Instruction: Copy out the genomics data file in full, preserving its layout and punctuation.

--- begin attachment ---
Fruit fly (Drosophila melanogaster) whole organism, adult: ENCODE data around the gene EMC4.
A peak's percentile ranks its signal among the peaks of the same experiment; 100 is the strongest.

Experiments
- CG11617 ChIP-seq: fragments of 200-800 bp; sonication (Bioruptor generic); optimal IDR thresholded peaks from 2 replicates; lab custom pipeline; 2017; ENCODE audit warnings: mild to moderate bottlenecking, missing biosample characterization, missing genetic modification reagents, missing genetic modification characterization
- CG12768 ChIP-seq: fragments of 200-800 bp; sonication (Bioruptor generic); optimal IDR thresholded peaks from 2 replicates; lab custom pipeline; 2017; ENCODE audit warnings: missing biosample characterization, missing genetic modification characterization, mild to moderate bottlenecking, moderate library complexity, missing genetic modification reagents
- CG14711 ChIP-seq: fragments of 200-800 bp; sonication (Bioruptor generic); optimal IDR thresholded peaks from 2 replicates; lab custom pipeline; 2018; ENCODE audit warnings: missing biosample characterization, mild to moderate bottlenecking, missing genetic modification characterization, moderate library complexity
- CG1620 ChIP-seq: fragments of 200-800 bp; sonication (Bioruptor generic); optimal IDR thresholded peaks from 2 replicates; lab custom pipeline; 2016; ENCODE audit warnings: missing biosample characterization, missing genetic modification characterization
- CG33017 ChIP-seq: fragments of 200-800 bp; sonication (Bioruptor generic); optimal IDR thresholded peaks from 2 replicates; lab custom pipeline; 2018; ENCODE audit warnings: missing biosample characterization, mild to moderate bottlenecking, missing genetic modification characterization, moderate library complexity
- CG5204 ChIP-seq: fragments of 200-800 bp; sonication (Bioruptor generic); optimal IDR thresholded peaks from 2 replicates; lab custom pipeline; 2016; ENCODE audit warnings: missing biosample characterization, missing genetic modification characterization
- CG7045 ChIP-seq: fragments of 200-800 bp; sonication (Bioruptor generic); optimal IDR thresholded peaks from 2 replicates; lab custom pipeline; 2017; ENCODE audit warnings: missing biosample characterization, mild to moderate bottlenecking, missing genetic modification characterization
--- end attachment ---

Fruit fly (Drosophila melanogaster) whole organism, adult: ENCODE data around the gene EMC4.
A peak's percentile ranks its signal among the peaks of the same experiment; 100 is the strongest.

Experiments
- CG11617 ChIP-seq: fragments of 200-800 bp; sonication (Bioruptor generic); optimal IDR thresholded peaks from 2 replicates; lab custom pipeline; 2017; ENCODE audit warnings: mild to moderate bottlenecking, missing biosample characterization, missing genetic modification reagents, missing genetic modification characterization
- CG12768 ChIP-seq: fragments of 200-800 bp; sonication (Bioruptor generic); optimal IDR thresholded peaks from 2 replicates; lab custom pipeline; 2017; ENCODE audit warnings: missing biosample characterization, missing genetic modification characterization, mild to moderate bottlenecking, moderate library complexity, missing genetic modification reagents
- CG14711 ChIP-seq: fragments of 200-800 bp; sonication (Bioruptor generic); optimal IDR thresholded peaks from 2 replicates; lab custom pipeline; 2018; ENCODE audit warnings: missing biosample characterization, mild to moderate bottlenecking, missing genetic modification characterization, moderate library complexity
- CG1620 ChIP-seq: fragments of 200-800 bp; sonication (Bioruptor generic); optimal IDR thresholded peaks from 2 replicates; lab custom pipeline; 2016; ENCODE audit warnings: missing biosample characterization, missing genetic modification characterization
- CG33017 ChIP-seq: fragments of 200-800 bp; sonication (Bioruptor generic); optimal IDR thresholded peaks from 2 replicates; lab custom pipeline; 2018; ENCODE audit warnings: missing biosample characterization, mild to moderate bottlenecking, missing genetic modification characterization, moderate library complexity
- CG5204 ChIP-seq: fragments of 200-800 bp; sonication (Bioruptor generic); optimal IDR thresholded peaks from 2 replicates; lab custom pipeline; 2016; ENCODE audit warnings: missing biosample characterization, missing genetic modification characterization
- CG7045 ChIP-seq: fragments of 200-800 bp; sonication (Bioruptor generic); optimal IDR thresholded peaks from 2 replicates; lab custom pipeline; 2017; ENCODE audit warnings: missing biosample characterization, mild to moderate bottlenecking, missing genetic modification characterization